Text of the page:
To the Editor:
My name is Latham Tiver, and I’m running to be your senator in the 8th Legislative District — representing Hammonton, as well as other parts of Atlantic and Burlington Counties. Your current senator, Jean Stanfield, is retiring and endorsed me to run in her spot. Jean has been a mentor to me and is the most honest public servant I know. It’ll be a tall task replacing her, but I know I’m up for the challenge.
They say Hammonton is a multi-generational town —maybe tops in the state when it comes to families laying roots down and not wanting to leave.
You walk into a place like Rocco’s or Maplewood, and if you live in town, multiple patrons are going to shout out your last name to acknowledge your presence. With a sense of community that strong, who would want to move away?
I know a little something about generational. I was born a short distance from where I live now. I married my high school sweetheart, and I built my own house in Southampton, where I live to this day with my wife and kids. Throughout my time in town, I’ve been a coach, volunteer, Township Committee member and Burlington County Commissioner. You can’t truly represent a community without knowing it, and I know South Jersey —especially the Pines and up and down 206.
My full time job as an Operating Engineer in Local 825 has expanded my horizons over the decades and brought me all over New Jersey. The issues I see in most towns are the same issues I see in Hammonton, and the biggest one is always that the cost of living is way too high.
The main reason for this is our state government has ballooned to untenable levels.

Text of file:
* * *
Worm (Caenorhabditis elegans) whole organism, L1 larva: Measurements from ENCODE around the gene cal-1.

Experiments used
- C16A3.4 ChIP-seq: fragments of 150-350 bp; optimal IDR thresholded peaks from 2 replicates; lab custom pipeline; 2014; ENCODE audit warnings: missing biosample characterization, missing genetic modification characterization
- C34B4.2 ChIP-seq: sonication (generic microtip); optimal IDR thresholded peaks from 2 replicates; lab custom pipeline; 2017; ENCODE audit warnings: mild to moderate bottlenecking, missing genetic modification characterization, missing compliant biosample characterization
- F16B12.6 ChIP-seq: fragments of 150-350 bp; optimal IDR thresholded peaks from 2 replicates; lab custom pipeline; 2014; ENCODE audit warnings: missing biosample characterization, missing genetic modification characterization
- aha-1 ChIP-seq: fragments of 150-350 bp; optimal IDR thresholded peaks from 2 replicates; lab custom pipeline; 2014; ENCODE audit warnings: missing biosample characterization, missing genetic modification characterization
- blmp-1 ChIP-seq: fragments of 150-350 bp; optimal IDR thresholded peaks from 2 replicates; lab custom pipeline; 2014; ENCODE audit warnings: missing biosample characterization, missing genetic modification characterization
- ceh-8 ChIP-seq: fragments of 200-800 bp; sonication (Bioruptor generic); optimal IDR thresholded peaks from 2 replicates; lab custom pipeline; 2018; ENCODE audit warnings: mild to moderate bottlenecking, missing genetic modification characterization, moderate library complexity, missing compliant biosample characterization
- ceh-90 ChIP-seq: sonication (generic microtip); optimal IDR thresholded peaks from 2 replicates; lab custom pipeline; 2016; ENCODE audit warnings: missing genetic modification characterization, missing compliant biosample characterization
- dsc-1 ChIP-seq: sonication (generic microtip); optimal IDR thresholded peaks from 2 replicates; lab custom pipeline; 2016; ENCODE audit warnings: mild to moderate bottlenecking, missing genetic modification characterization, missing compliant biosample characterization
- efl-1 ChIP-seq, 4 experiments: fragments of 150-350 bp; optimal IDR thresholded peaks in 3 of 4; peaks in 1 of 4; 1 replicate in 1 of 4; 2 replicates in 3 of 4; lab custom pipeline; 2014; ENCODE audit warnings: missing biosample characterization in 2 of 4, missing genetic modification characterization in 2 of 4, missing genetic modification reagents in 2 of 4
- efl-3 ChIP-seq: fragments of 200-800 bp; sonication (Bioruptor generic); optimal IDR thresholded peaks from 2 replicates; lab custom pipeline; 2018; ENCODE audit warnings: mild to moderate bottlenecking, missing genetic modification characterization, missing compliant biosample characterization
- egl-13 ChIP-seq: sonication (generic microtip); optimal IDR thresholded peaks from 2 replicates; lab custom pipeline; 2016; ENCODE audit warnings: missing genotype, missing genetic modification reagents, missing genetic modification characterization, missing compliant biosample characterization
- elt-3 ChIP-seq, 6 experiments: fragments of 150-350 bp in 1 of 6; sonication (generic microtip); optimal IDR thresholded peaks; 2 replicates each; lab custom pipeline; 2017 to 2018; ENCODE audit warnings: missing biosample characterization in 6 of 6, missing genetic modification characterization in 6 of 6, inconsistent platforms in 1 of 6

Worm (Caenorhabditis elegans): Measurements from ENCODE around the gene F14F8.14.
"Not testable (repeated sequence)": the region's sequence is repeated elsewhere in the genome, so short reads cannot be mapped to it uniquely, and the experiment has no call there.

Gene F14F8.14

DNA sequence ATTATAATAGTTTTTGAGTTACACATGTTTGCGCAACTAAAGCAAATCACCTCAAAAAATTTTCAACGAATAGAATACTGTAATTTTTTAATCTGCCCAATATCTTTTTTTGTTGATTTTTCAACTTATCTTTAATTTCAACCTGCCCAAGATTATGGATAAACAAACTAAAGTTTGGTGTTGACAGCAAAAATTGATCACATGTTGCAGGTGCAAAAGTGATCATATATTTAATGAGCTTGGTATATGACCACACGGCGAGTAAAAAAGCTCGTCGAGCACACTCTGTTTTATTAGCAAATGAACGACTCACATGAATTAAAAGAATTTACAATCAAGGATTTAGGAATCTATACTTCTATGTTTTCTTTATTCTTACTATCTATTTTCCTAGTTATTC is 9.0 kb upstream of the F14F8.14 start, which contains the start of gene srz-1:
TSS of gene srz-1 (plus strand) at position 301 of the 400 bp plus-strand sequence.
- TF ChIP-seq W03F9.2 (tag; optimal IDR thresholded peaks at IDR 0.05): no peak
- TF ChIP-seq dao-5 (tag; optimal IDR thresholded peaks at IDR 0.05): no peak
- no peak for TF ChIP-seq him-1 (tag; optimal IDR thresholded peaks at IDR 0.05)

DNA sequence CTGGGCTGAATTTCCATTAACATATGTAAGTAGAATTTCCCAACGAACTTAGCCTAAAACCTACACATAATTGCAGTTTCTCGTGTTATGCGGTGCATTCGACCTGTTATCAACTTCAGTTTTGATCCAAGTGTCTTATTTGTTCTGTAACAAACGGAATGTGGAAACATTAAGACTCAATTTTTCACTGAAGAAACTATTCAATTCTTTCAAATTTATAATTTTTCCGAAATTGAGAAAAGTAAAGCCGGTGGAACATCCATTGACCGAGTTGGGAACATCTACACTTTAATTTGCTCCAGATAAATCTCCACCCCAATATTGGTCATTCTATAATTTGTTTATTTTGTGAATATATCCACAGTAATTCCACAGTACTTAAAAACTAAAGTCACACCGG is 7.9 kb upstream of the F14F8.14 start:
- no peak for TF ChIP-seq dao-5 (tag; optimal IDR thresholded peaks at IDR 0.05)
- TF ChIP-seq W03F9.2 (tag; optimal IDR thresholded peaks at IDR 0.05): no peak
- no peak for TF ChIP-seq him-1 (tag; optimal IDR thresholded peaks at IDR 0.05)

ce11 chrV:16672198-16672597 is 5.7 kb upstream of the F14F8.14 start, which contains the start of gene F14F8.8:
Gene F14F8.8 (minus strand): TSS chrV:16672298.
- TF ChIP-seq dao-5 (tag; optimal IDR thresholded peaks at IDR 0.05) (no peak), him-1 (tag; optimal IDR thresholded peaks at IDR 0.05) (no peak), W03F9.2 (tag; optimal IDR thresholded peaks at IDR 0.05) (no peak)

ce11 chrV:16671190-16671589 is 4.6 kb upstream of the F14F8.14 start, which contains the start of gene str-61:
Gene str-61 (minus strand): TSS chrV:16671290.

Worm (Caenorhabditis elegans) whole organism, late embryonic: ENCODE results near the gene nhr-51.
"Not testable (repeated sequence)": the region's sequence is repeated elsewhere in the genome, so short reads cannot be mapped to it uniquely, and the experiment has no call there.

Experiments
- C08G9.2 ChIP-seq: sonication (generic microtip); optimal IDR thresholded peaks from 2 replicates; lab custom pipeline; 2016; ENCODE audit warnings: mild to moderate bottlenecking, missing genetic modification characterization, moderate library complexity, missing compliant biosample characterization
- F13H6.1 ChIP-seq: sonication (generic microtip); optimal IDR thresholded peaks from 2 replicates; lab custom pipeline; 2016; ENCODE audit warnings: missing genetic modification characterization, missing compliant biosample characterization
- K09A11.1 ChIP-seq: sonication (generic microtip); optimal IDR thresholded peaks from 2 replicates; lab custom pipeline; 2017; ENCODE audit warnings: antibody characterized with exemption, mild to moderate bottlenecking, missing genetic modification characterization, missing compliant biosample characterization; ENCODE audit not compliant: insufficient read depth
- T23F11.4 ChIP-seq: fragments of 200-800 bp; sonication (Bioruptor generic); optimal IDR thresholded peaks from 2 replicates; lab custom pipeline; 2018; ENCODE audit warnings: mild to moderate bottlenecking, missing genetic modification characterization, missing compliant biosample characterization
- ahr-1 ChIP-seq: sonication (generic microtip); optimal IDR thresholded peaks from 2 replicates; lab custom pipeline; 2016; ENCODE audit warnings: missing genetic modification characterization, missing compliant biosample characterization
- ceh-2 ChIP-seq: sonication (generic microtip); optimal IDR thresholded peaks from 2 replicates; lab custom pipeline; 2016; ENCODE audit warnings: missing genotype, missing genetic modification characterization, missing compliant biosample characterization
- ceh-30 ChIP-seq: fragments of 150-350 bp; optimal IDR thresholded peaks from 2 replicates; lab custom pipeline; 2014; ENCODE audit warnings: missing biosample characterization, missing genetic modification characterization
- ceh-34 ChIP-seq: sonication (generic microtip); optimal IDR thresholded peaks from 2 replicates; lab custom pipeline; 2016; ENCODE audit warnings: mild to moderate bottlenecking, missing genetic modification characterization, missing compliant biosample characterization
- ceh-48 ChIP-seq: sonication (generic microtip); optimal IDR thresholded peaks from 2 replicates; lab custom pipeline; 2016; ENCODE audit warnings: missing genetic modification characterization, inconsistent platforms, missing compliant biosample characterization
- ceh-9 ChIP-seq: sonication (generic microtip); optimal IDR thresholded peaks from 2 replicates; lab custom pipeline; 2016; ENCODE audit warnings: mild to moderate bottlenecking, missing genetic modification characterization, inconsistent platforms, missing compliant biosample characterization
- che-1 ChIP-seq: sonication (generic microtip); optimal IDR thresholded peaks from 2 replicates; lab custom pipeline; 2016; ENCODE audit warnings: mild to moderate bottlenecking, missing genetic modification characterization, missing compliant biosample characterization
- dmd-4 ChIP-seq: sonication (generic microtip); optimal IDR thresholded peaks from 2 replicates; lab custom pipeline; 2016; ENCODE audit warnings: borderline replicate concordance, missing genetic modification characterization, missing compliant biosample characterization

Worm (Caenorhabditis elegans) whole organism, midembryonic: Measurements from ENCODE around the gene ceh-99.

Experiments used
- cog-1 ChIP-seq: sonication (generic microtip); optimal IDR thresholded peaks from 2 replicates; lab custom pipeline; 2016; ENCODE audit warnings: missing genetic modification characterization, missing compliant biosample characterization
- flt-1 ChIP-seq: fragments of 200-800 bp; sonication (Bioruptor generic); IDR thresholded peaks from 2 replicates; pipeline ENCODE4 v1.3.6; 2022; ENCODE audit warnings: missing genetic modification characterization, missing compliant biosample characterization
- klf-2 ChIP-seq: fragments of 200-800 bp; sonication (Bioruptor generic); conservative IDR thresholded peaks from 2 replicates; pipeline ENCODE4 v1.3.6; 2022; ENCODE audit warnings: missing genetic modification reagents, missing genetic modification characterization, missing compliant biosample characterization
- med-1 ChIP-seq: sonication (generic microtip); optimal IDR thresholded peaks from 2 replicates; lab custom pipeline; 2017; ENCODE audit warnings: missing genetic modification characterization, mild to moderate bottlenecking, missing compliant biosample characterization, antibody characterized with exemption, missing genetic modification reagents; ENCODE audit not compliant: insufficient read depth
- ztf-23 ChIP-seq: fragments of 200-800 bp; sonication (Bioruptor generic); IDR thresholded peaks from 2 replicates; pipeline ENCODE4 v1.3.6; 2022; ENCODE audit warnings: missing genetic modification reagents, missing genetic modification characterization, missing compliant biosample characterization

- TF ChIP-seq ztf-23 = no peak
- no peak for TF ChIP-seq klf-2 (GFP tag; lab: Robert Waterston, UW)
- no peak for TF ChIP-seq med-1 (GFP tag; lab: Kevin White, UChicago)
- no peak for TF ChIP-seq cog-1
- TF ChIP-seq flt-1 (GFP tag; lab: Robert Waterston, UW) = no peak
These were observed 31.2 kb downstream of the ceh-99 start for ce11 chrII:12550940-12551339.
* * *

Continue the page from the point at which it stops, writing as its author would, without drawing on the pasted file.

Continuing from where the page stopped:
Government has just gotten too big, and that’s 100-percent evident in the fact that Governor Phil Murphy has raised the state budget by more than 50 percent since taking office. The budget has gone from $35.5 billion in Christie’s last year to a proposed 2024 budget of $53.1 billion. Even in crazy inflationary times like today, that’s still an unheard of increase in expenses.
Of course we need social programs to support our working-class families. We need to pay our pension obligations to support our state workers, and we should be helping our seniors and disabled community so everyone can live with dignity. But even with all our spending, New Jersey struggles to meet our most basic needs. Our credit rating is second-worse in the nation, only behind ultra-liberal Illinois, which shows we’re still struggling to pay the bills.
The days of treating the Garden State taxpayers with willful disregard need to be days of the past. I will fight to lower the special-interest spending that makes up so much of our budget, and in turn, lower the tax bill — just like I did in Southampton and Burlington County.
It’s a sham when big government tells us they can’t lower taxes because the working class will suffer. I’m sorry, but as a member of the working class, what have I gotten from being in the highest-taxed state in the nation besides a smaller paycheck?
If a town like Hammonton can offer a great downtown, amazing teachers and schools and keep spending relatively stable, why can’t the state?
Oftentimes we get overlooked in South Jersey, especially rural South Jersey, but there are valuable lessons to be learned from us. We farm the food the rest of the state eats. We wake up at 5 am to get to our job sites to build the houses people live in and buildings they work in.
Heck, I’m known as the dance dad to my daughter’s dance team because I build all the props they use for their performances. The sweat equity we put into life makes everything better for the community around you, and the pride that comes with a job well done is better than any big-money payout.
To get on the right path in this state — one that doesn’t bleed its residents dry of our hard-earned money — we need a culture change that values the ideals of towns like Hammonton.
It’s community first. If you’re a good neighbor and add value to your village, you’ll wake up every morning with a sense of fulfillment.
If I’m elected as your senator, I promise to bring a change of culture to Trenton because no amount of taxes and spending can replace values like hard work, rule of law and common decency.